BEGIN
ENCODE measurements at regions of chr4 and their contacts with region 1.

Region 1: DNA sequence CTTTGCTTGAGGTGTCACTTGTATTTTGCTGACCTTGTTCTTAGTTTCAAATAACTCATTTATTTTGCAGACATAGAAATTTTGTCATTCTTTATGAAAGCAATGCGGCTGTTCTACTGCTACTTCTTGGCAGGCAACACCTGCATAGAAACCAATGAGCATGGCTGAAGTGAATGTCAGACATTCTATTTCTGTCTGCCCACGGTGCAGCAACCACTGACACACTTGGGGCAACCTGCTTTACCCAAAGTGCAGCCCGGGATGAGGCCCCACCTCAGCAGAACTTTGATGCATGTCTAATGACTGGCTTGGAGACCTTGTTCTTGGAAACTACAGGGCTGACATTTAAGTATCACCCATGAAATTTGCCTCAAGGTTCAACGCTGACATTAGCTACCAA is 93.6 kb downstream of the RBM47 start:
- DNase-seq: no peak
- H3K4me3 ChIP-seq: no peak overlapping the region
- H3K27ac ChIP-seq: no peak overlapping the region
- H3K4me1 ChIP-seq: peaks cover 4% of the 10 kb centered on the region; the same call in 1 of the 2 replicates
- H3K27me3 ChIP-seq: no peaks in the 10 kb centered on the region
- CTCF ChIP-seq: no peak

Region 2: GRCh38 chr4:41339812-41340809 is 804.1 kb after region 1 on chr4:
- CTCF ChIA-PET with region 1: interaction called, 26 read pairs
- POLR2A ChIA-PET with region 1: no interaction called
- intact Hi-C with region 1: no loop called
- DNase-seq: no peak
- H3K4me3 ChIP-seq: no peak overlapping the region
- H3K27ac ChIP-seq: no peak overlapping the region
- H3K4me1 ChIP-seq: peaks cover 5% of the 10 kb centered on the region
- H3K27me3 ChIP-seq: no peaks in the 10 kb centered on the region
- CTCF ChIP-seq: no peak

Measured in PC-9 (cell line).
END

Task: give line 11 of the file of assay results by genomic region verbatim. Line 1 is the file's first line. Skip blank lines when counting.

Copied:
- POLR2A ChIA-PET with region 1: no interaction called